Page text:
|4219144||Serving tray||August, 1980||Hagelberg||229/30|
|4218008||Container holding socket for molded tray||August, 1980||Veilleux||229/29M|
|3915371||Nestable tray with cup supporting recess||October, 1975||Crabtree||229/29M|
|3647104||DISPOSABLE TRAY||March, 1972||Goings||229/2.5R|
|3638849||FOLDING PLASTIC TRAY||February, 1972||Goings||229/2.5R|
|3220631||Display tray||November, 1965||Reifers||229/2.5R|
|2766919||Serving holder||October, 1956||Randall||229/30|
This application is a continuation-in-part of the copending application Ser. No. 248,699, entitled CARRY-OUT TRAY, filed Mar. 30, 1981, now abandoned.
With the dramatic increased popularity in recent years of the fast-food type restaurants, various means have heretofore been provided to facilitate the handling of the purchased food and beverage items by the customer. Such means have included conventional paper bags, folding boxes, foil wrappers, and trays of various shapes and sizes. The instant invention is directed to trays utilized for this purpose.
Most of the more popular chains of fast-food stores are provided with tables and seating for the customer so that a significant amount of the food and beverage items is consumed on the store premise. As a convenience to customers desiring to eat and drink on the premise, the ordered items are normally placed on either a reusable or disposable tray at the service counter and then carried by the customer to a selected location within the store interior or out to the patio benches and tables provided on the outside of the store.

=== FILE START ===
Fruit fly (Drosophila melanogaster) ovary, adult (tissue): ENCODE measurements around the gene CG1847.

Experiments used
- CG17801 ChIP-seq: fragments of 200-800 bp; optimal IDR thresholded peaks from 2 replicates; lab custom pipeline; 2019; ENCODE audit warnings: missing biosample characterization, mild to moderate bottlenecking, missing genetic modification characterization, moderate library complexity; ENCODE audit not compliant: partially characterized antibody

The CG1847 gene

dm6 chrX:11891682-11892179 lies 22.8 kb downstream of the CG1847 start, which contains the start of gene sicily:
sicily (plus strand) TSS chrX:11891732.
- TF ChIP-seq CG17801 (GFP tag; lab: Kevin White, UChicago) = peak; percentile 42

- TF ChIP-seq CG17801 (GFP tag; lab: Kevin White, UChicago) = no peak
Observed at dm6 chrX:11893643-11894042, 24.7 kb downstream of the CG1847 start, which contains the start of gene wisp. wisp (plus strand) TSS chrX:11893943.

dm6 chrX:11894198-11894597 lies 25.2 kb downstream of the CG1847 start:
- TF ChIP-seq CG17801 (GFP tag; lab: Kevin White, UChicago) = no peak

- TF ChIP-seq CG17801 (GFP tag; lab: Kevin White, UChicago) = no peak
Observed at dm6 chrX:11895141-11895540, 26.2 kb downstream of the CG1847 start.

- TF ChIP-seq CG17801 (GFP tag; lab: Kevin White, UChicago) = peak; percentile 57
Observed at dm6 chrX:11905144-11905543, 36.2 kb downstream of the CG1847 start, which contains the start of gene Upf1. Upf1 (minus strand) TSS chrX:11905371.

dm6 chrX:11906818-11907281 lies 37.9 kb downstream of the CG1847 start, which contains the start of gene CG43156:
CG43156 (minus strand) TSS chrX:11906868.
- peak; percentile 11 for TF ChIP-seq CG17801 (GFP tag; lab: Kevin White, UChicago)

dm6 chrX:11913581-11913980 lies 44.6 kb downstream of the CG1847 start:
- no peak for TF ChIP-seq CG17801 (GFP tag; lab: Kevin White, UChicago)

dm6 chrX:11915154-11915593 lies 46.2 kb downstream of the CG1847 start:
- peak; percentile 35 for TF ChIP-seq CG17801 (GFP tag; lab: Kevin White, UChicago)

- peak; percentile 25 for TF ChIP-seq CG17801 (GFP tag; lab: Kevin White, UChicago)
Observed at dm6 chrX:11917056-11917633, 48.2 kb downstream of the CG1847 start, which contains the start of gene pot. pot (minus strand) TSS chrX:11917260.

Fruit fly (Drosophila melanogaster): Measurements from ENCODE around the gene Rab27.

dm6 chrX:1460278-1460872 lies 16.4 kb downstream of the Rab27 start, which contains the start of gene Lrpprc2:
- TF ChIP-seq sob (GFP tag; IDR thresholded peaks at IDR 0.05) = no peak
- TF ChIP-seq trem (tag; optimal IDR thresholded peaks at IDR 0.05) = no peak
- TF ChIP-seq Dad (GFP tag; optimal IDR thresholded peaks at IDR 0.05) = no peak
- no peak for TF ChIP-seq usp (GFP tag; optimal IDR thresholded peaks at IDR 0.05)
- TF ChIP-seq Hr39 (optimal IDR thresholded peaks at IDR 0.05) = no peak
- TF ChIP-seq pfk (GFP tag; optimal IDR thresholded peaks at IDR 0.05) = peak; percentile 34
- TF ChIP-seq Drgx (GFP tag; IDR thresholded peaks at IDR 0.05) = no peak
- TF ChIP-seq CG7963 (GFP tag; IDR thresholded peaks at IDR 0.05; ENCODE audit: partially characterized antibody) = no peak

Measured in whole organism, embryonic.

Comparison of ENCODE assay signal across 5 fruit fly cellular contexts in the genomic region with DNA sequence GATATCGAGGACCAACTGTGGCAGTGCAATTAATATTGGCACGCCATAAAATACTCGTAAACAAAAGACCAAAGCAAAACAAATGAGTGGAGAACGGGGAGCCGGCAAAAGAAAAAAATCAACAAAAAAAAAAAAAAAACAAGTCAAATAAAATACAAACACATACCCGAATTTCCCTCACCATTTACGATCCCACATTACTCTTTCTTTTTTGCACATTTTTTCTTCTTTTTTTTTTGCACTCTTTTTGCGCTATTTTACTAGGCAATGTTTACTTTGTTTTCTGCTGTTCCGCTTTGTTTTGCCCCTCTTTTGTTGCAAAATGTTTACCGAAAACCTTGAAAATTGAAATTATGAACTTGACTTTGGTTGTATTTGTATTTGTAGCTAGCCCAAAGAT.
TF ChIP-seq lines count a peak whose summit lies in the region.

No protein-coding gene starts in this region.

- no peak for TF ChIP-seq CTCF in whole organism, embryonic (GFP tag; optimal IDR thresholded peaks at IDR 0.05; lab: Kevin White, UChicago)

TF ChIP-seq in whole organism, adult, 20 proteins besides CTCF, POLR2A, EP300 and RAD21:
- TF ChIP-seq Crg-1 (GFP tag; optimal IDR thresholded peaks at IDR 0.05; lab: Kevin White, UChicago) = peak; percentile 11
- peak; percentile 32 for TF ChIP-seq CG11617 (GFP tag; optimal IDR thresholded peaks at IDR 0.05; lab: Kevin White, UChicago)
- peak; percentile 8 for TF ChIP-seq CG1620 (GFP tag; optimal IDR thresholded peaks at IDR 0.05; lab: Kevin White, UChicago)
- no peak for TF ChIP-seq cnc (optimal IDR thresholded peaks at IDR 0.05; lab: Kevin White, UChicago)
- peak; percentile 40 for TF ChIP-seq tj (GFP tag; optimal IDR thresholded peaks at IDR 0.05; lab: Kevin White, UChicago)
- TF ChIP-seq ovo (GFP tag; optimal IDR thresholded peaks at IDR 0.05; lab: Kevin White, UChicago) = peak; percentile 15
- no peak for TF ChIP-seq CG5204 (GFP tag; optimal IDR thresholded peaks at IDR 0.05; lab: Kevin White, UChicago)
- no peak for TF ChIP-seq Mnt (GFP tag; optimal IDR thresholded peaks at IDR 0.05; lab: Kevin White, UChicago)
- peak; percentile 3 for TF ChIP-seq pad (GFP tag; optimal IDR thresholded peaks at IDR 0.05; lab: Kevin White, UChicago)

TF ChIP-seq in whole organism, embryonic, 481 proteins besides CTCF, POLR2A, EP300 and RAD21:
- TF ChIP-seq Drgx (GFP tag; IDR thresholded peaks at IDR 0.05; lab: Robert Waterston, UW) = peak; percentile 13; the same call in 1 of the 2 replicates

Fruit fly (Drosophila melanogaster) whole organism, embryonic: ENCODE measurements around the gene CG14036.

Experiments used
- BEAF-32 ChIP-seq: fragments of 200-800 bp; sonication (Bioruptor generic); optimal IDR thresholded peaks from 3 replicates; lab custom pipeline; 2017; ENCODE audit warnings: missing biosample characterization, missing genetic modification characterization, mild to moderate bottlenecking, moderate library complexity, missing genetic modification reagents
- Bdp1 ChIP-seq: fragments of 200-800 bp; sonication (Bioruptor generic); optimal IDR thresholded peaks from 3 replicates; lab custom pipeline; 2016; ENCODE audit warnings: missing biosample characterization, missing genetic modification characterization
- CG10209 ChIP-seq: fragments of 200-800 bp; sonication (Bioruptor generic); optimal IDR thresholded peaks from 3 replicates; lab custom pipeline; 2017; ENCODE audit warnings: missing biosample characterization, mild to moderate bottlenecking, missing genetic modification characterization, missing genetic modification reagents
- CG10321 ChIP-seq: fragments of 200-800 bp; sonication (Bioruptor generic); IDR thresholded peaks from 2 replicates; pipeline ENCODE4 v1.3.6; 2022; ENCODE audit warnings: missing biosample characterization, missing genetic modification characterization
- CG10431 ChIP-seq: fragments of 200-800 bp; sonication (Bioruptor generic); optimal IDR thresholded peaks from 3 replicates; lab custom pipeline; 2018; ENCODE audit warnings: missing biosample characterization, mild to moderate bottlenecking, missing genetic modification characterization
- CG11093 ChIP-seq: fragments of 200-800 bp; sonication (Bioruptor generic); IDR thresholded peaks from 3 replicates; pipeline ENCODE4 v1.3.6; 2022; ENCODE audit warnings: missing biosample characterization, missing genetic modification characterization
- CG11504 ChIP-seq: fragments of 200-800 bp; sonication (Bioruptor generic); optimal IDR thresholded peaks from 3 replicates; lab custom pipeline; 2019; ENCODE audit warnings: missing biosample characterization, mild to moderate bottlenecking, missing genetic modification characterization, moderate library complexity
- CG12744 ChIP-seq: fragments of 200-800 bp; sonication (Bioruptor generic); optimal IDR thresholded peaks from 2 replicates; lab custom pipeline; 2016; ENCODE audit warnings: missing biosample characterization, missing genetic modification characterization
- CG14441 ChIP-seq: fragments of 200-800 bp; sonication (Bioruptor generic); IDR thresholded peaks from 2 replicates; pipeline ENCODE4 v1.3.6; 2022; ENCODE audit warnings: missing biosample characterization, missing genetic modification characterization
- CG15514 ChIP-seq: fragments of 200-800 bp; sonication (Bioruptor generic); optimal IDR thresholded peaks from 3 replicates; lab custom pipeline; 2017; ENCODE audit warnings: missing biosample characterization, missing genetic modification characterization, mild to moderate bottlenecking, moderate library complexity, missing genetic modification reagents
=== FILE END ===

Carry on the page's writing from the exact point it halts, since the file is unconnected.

Various types of reusable trays formed of wood, plastics, or metal have heretofore been provided for this purpose; however, such trays are costly; are highly susceptible to being lost, stolen, or broken; in order to comply with various public health and sanitary rules and ordinances, each tray must be cleaned before being reused, and thus requires an inordinate amount of manual labor; adequate storage space must be provided for the trays; and the supply of trays must be continuously replenished because of loss, theft, and damage so as to handle varying volumes of business.
For the foregoing reasons, the use of disposable trays has become increasingly popular. Various trays of this general type have been provided in the past; however, because of certain design characteristics they have been beset by one or more of the following shortcomings: (a) they were costly and difficult to manufacture; (b) they were not bio-degradable or not capable of being recycled; (c) they were inherently weak and awkward to handle; (d) they were incapable of properly accommodating various size beverage containers; (e) they could not be nested with similar trays so as to form a compact stack suitable for storage by or shipment to the store operator; and (f) they required presetting-up before they could be used by the customer.
Thus, it is an object of the invention to provide a molded carry-out tray which avoids all of the aforenoted shortcomings.
It is a further object to provide a carry-out tray which can readily accommodate a variety of articles and is formed of an inexpensive, lightweight, insulative material.
It is a still further object to provide a carry-out tray which, when loaded, can be conveniently carried by one hand of the customer.
Further and additional objects will appear from the description, accompanying drawings, and appended claims.